EL: Actual songs were written or licensed by other songwriters than myself and
I was not part of that decision-making process. I was hired to incorporate
Don Davis’s music from The Matrix, Final Flight of Osiris and The Matrix
Reloaded. That process involved expanding the duration of the original music
to much longer pieces of music.
Is it hard to go from working on an upbeat, kid-friendly movie like Spy
Kids 2, to a dark, adult-oriented film like The Matrix Reloaded?
EL: It is not hard at all. You immerse yourself in the mood of the film and
the tone of the music and live in that particular sound-world. Moreover, it
is a lot of fun to work with so much variety and to try one’s hand at many
different styles of music.
Having done orchestration for a lot of big motion pictures, have you found
that it is harder or easier to work on video games?
EL: Very good question: it is both harder and easier. First, there is more
music required, at least for Enter The Matrix. I had to compose, orchestrate
and conduct 3 hours of music, some of which was Don’s music from Reloaded and
some was tracked from what I composed for the cineractives (animated
pictures). So, the enormous amount of music to produce is a challenging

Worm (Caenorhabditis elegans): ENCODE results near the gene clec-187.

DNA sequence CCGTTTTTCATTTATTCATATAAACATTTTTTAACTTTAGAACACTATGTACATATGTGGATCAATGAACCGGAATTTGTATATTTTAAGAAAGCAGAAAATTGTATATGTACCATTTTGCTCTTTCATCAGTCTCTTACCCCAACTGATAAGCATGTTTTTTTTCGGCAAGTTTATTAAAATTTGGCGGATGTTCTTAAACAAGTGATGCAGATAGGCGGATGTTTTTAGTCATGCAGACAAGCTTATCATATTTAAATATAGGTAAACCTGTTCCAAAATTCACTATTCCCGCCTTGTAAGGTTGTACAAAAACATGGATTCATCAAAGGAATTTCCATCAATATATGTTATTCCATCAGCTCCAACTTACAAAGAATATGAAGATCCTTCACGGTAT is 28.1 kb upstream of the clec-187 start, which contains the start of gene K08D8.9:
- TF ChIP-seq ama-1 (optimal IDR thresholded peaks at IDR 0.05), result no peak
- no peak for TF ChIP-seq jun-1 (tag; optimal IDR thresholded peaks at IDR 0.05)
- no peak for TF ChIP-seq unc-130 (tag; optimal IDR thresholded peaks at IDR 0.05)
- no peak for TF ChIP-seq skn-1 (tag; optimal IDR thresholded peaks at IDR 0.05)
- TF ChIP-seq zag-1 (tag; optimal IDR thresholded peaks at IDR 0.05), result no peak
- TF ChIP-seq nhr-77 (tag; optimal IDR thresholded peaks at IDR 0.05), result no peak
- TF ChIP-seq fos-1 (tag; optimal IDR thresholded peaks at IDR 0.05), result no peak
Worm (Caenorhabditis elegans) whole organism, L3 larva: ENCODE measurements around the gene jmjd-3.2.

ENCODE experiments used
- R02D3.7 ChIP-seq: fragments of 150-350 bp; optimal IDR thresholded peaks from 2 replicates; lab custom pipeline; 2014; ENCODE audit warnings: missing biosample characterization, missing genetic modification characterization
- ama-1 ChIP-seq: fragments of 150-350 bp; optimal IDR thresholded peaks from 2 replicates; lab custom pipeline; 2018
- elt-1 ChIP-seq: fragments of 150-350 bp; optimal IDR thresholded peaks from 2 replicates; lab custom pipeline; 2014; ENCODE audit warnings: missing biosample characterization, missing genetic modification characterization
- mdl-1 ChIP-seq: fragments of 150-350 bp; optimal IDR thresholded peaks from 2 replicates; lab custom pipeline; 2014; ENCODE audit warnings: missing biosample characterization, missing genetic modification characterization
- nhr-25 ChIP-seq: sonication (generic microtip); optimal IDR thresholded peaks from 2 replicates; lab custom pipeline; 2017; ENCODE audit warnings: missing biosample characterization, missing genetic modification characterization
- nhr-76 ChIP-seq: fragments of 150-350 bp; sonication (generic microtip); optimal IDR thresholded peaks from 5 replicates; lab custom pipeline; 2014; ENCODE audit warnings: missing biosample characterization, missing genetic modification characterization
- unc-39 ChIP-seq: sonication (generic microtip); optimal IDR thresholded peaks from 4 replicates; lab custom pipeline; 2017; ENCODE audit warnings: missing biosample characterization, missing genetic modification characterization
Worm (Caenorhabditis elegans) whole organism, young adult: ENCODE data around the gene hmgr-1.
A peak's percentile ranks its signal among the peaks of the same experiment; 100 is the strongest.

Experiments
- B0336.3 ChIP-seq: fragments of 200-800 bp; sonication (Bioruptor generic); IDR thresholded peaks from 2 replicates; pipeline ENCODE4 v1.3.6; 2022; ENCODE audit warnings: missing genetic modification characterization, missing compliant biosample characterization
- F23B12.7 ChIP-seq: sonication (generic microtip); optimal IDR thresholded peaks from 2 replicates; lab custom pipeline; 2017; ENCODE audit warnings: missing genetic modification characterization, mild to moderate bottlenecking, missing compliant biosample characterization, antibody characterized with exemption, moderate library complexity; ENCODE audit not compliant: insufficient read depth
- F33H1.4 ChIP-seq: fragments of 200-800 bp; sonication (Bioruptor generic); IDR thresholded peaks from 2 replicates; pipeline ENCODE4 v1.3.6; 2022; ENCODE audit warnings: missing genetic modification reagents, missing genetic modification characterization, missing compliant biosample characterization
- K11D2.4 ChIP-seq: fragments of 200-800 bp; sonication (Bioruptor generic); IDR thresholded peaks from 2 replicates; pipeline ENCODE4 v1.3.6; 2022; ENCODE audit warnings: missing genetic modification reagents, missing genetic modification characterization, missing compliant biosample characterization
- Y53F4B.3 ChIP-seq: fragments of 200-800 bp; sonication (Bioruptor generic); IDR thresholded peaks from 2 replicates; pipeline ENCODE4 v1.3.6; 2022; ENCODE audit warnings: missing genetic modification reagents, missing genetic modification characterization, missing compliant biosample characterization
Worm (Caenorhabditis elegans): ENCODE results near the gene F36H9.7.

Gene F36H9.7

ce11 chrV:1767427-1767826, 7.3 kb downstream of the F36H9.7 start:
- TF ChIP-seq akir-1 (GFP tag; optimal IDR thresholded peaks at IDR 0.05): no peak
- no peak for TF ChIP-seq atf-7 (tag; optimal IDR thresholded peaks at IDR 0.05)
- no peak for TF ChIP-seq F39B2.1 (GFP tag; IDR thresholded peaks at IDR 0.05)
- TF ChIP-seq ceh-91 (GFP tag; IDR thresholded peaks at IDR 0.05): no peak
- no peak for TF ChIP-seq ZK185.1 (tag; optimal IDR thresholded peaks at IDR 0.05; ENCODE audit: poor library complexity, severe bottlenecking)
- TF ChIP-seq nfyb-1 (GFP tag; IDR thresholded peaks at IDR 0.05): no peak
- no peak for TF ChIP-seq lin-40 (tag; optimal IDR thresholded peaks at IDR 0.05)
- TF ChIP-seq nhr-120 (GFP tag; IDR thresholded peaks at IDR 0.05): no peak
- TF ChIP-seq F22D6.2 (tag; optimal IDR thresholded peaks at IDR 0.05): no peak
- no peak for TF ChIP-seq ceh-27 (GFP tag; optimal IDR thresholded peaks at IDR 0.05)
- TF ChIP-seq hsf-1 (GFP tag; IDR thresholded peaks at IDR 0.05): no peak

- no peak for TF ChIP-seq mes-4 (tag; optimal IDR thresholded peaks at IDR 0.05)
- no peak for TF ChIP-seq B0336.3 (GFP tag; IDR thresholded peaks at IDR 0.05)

task. And additional element in video games is the inevitable repetition that
occurs while playing the game. Consequently, the composer needs to create
interesting variations of the musical material, so the soundtrack does not get
too dull and repetitive for the game-player. On the other hand, there is more
creative freedom in game music, since the composer is not controlled so
rigidly by the demands on the screen.
Do you have a favorite instrument?
EL: It is hard to favor just one instrument. I love the piano, but favor
French horns, viola, English horn and low brass, such as bass trombone and
cimbasso. I tend to switch favoritism depending on what I am listening to or
studying at the moment. Right now, I like the woodwinds and horns in
combination from Mozart’s "Gran Partita." At other times, I might gravitate
to the rich string sound of Richard Strauss or Jean Sibelius.
Is there any one thing in life that has had a significant impact on the
music you compose?
Some composers have said that they’ve heard music in their sleep, woke up
and wrote a new song. Have you ever experienced anything like that?
EL: Yes, but like any dream, the reality does not quite match that dream-like
Which types of songs do you think have the greatest impact on human
emotions? (Sad, upbeat, intense, eerie, etc.)
EL: Hard to say, I would think. All of those moods and emotions have their
own impact, so I think they are all great in terms of their power on human
Scenes like this just wouldn’t have been
the same without great music.
Which type of song do you enjoy writing the most?
EL: Bittersweet songs.
If you weren’t composing music, where would you be and what would you be
EL: Nothing, except maybe living in a desert.
What are your next film and game projects?
EL: I have irons in the fire, so I cannot reveal that information at this
Thank you for your time,